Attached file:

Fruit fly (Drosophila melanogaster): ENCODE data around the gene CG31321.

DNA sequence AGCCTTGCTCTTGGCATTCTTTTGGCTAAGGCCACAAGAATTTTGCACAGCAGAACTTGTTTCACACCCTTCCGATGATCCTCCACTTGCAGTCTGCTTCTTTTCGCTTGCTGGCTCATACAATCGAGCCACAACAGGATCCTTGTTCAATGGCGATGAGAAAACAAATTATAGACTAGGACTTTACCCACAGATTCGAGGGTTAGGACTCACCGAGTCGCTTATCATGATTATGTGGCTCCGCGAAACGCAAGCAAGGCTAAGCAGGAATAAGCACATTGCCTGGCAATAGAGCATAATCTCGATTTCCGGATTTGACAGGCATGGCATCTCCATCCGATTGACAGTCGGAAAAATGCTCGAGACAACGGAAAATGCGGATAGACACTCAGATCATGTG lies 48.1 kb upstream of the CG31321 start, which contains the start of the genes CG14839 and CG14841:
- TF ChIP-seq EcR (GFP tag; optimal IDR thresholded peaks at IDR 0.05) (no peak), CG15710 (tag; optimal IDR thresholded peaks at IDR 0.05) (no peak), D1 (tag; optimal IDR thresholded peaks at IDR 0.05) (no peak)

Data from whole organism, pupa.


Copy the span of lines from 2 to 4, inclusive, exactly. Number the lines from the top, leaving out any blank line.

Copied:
DNA sequence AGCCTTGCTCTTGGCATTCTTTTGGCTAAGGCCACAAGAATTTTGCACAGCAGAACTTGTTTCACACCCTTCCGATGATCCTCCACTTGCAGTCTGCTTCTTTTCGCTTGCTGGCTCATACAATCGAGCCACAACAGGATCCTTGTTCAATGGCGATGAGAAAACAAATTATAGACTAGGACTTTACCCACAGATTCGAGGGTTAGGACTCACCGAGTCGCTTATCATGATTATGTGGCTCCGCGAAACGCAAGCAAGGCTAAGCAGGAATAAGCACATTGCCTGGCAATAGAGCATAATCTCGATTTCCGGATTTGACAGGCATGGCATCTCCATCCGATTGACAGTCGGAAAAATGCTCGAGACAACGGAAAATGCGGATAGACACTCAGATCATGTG lies 48.1 kb upstream of the CG31321 start, which contains the start of the genes CG14839 and CG14841:
- TF ChIP-seq EcR (GFP tag; optimal IDR thresholded peaks at IDR 0.05) (no peak), CG15710 (tag; optimal IDR thresholded peaks at IDR 0.05) (no peak), D1 (tag; optimal IDR thresholded peaks at IDR 0.05) (no peak)

Data from whole organism, pupa.